Previously, I talked about patterns where you were unlikely to implement them yourself, since they are now considered part of the infrastructure that goes with a modern language. The publish/subscribe model isn’t quite ready to be described as infrastructure, but it’s getting close. So, here are two patterns I don’t honestly think it’s worth knowing. Here, it’s not so much that the patterns are bad, just that you’re better off understanding and using the publish/subscribe model. Here’s how the pub/sub model works:
- Participants are called services.
- They do not communicate directly with one another, but through messages/events raised by one and consumed by others.
- Each service can register its interest in the messages for any other participant.
- However, no service references any other participant. Instead, messages are placed on a message bus, and consumed by means of method calls on the destination object or objects.
- In asynchronous scenarios, when an event is raised, it is placed on a queue. The service consumes the messages in the order they were sent, but not necessarily on the same box and definitely with no guarantee of exactly when it happens.
Now, here’s some implementations of the pub/sub pattern you can use for free:
Of these, each has their advantages. Personally, I dislike .NET events because getting a message from one service to another pretty much requires you to be able to reference both objects, which cuts down on the decoupling that pub/sub gives you. Of the others:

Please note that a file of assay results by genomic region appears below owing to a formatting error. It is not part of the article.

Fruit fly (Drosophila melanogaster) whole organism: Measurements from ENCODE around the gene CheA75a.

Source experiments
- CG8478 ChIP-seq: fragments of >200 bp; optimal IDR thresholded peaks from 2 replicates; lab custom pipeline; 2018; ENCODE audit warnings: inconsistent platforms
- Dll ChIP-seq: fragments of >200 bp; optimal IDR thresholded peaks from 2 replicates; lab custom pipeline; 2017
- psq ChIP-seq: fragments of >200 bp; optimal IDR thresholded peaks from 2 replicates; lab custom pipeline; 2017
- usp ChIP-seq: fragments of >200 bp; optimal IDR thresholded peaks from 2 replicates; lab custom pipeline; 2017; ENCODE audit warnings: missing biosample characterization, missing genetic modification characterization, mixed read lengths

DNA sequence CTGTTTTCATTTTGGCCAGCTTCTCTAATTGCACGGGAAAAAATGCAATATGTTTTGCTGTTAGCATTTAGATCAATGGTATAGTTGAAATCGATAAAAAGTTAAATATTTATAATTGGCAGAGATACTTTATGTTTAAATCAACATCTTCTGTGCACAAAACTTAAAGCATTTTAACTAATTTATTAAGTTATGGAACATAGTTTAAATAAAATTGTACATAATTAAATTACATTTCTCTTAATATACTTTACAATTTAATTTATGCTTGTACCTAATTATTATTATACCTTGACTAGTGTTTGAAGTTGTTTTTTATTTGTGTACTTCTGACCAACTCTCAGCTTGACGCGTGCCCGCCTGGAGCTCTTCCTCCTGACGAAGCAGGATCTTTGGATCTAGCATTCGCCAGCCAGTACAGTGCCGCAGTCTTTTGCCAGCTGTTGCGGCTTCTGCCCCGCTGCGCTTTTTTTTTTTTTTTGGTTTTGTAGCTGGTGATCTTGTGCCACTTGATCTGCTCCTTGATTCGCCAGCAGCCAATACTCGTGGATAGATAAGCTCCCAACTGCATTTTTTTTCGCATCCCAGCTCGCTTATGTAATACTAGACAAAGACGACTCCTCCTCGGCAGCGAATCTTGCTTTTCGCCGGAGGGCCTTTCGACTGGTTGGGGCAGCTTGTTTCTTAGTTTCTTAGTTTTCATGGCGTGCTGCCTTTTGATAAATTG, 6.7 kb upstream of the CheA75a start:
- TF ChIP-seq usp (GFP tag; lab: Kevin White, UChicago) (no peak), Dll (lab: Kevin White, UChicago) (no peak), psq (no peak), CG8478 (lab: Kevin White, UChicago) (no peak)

- nServiceBus is most appropriate for long running processes, and those that split across machines.
- retlang is preferable when you’ve got low-latency requirements, and you’re happy with everything running on one machine.
- Udi Dahan’s code is incredibly short, and appropriate when you don’t feel the need for a more complex solution. It is synchronous and single threaded, which can be a blessing or a curse depending on your context.
Now, I was promising that I’d talk about GoF patterns, so let’s get back to it:
One object listens to events/messages pushed out by another. Any consuming service in a pub/sub framework could be considered an observer, as could anything that listens to .NET events. However, it’s very generality means that it’s not really that useful as a concept.
A term used to describe an object that is used when services don’t directly communicate with one another. In the publish/subscribe model, this is the message bus.
The Observer and Mediator patterns should not be implemented directly by your code. If it looks like one or the other might be appropriate, you should consider the use of a publish/subscribe framework.
NOTE: I’m going to have to revise this in light of Rx, a useful framework that targets the observer pattern directly.